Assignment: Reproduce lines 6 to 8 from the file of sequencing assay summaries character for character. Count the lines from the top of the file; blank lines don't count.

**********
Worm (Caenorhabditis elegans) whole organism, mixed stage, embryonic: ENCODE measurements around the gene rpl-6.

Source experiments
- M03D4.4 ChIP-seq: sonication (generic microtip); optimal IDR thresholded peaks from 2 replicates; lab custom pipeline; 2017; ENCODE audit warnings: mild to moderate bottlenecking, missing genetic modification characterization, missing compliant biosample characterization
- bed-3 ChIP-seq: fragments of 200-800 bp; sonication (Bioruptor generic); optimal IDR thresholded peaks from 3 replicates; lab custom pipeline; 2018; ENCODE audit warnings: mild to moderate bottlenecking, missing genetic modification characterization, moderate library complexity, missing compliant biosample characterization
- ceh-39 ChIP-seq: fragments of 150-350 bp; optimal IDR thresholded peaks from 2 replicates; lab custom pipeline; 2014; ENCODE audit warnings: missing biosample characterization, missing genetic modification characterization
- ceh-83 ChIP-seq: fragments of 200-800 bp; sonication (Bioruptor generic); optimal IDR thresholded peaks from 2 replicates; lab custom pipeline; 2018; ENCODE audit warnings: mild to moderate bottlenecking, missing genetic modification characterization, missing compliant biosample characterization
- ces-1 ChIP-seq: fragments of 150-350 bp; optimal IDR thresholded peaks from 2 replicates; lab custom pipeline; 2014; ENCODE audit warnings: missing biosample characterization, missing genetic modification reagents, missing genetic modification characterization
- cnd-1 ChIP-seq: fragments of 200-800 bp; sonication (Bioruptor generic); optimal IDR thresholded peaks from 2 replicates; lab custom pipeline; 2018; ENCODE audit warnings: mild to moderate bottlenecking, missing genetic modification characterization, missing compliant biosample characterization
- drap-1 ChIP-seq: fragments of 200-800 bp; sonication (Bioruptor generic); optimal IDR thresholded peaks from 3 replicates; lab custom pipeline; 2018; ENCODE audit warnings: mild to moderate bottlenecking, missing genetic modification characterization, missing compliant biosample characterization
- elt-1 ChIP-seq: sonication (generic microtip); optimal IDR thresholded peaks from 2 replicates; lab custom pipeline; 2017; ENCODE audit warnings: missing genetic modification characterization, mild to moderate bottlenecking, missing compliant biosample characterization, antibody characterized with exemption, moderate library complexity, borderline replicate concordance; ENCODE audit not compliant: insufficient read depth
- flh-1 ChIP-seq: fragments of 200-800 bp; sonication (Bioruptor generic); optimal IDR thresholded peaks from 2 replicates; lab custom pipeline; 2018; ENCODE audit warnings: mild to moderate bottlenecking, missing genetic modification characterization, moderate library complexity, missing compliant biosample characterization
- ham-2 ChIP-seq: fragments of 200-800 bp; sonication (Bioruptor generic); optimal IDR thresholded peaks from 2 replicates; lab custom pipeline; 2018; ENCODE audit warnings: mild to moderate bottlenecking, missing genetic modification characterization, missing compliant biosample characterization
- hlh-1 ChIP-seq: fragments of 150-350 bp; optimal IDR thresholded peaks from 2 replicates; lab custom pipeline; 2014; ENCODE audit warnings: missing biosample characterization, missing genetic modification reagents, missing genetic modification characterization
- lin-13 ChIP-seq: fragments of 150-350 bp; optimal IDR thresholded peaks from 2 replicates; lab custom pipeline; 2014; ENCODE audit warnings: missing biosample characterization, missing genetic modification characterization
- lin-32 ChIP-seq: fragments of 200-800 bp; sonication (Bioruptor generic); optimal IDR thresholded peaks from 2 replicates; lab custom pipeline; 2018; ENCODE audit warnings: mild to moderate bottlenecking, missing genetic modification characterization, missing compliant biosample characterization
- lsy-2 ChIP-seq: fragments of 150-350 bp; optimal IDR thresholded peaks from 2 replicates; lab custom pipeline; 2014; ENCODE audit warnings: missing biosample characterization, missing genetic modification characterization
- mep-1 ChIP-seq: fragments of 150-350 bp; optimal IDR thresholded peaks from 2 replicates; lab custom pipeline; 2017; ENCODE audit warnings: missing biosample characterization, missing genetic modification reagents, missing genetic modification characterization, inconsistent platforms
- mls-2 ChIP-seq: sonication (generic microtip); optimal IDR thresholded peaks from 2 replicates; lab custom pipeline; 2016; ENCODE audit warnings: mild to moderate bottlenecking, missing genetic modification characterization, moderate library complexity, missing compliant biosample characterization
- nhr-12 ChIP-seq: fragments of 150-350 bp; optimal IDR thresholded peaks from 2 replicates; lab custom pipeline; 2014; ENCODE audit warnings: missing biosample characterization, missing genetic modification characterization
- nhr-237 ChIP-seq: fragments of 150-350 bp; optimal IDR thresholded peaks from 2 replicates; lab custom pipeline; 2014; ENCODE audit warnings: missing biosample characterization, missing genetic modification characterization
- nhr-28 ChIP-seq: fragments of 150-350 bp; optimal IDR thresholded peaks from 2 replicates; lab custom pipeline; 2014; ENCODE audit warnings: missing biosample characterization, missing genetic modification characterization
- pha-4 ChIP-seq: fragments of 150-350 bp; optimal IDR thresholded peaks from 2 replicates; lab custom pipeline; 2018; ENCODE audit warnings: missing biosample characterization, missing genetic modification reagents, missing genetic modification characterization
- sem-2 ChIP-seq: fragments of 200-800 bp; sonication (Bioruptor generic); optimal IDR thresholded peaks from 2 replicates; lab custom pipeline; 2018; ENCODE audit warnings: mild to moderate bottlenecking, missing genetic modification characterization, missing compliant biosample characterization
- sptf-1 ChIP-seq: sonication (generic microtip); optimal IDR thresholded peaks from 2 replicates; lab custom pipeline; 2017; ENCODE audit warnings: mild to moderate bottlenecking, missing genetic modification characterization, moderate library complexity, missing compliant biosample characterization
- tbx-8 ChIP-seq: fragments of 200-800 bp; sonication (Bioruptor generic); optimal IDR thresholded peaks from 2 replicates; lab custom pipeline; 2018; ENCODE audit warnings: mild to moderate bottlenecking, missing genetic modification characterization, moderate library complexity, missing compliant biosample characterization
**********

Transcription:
- ceh-83 ChIP-seq: fragments of 200-800 bp; sonication (Bioruptor generic); optimal IDR thresholded peaks from 2 replicates; lab custom pipeline; 2018; ENCODE audit warnings: mild to moderate bottlenecking, missing genetic modification characterization, missing compliant biosample characterization
- ces-1 ChIP-seq: fragments of 150-350 bp; optimal IDR thresholded peaks from 2 replicates; lab custom pipeline; 2014; ENCODE audit warnings: missing biosample characterization, missing genetic modification reagents, missing genetic modification characterization
- cnd-1 ChIP-seq: fragments of 200-800 bp; sonication (Bioruptor generic); optimal IDR thresholded peaks from 2 replicates; lab custom pipeline; 2018; ENCODE audit warnings: mild to moderate bottlenecking, missing genetic modification characterization, missing compliant biosample characterization